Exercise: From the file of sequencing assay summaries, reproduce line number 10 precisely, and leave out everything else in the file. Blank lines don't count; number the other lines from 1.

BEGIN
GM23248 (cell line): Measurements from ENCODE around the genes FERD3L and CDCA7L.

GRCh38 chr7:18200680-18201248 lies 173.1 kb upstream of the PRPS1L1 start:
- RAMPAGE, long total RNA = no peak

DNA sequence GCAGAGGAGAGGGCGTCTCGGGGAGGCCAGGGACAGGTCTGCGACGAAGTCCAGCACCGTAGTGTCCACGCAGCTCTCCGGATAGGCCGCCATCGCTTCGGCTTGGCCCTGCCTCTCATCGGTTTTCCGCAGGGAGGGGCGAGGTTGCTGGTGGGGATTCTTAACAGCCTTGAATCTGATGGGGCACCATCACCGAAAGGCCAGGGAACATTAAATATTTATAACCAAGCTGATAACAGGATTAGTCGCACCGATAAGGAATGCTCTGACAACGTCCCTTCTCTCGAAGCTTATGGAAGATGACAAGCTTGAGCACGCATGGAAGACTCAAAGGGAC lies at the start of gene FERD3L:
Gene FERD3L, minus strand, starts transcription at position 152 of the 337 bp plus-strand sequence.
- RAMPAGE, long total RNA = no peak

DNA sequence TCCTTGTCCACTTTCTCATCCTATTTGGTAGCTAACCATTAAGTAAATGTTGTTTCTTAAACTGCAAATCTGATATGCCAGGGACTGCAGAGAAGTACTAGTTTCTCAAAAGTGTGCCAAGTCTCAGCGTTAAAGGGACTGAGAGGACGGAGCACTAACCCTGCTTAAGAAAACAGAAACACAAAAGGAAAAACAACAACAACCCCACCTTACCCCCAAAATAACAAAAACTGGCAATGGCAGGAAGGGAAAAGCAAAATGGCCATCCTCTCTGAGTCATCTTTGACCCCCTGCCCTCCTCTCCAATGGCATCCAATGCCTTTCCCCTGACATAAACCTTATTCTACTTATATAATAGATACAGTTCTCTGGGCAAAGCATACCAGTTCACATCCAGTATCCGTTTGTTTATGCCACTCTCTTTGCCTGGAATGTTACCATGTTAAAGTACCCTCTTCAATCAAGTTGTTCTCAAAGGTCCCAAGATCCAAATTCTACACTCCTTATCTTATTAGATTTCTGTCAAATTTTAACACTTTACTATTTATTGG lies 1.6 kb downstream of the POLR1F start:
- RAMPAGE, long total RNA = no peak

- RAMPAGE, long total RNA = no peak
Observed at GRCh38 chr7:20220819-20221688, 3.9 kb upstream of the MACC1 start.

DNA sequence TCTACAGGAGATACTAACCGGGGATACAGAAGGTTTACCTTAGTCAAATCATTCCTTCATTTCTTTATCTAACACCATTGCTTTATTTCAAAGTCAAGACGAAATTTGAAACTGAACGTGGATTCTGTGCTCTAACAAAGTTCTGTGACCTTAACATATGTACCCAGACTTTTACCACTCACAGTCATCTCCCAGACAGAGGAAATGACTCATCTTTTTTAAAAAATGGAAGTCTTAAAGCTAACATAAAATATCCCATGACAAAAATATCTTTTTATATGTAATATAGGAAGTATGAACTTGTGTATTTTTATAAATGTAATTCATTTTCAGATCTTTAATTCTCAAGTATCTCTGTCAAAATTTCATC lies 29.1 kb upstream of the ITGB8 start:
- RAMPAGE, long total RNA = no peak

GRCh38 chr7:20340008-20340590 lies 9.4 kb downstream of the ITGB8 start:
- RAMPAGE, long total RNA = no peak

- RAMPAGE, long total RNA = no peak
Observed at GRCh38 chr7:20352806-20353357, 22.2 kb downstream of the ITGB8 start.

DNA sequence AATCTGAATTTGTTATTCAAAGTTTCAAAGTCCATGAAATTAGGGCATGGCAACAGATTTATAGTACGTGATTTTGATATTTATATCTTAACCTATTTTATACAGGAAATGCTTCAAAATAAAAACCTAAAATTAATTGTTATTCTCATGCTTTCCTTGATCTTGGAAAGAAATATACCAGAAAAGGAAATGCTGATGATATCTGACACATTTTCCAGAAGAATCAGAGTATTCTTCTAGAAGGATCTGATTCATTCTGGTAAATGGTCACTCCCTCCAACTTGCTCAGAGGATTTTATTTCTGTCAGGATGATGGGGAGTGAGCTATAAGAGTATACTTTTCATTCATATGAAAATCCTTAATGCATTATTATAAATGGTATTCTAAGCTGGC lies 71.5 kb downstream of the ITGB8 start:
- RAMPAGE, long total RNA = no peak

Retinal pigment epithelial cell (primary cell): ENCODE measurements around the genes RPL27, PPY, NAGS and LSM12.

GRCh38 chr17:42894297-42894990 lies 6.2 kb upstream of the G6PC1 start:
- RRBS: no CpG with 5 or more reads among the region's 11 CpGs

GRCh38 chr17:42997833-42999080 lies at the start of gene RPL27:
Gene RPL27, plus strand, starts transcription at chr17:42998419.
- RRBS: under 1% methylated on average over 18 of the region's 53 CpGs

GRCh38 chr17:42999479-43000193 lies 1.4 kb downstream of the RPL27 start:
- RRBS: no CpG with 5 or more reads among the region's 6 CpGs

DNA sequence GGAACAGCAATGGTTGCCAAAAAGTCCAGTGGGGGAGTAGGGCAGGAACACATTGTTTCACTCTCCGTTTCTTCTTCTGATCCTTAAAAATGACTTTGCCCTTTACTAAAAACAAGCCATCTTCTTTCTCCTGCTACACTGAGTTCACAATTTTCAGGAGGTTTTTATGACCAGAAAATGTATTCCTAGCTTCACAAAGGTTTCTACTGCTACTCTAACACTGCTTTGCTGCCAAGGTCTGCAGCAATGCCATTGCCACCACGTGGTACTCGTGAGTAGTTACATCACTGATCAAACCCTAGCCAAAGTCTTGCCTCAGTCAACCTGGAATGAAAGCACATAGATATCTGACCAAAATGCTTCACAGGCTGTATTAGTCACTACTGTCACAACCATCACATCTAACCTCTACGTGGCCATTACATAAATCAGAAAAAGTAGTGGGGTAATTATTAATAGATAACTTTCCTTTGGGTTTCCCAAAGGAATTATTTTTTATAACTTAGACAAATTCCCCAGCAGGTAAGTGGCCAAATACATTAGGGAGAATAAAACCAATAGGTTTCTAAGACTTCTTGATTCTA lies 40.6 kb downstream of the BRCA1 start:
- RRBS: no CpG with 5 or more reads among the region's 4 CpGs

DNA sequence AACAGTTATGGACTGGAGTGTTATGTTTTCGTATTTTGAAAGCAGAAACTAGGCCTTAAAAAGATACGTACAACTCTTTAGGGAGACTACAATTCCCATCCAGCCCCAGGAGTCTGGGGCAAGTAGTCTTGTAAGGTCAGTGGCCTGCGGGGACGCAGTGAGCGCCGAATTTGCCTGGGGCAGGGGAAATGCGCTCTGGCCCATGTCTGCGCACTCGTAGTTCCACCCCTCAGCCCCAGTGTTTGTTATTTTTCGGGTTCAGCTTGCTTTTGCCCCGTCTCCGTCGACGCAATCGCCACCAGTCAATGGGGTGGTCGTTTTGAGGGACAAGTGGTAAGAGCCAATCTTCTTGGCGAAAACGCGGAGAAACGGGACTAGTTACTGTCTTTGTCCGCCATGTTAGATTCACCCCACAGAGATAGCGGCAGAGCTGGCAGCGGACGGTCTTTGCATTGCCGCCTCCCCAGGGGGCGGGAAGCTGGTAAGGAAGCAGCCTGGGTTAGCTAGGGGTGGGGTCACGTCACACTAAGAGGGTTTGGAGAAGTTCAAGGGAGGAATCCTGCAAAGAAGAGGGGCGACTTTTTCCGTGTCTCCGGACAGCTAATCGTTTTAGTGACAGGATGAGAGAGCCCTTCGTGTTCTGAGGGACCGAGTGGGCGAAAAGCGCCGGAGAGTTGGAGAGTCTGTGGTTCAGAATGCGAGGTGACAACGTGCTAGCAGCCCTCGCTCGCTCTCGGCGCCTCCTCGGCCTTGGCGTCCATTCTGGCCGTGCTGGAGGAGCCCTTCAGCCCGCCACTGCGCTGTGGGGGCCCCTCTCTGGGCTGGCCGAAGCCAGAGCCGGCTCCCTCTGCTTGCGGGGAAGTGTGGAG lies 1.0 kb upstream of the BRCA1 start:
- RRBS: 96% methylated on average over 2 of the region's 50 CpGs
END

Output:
Observed at GRCh38 chr7:20220819-20221688, 3.9 kb upstream of the MACC1 start.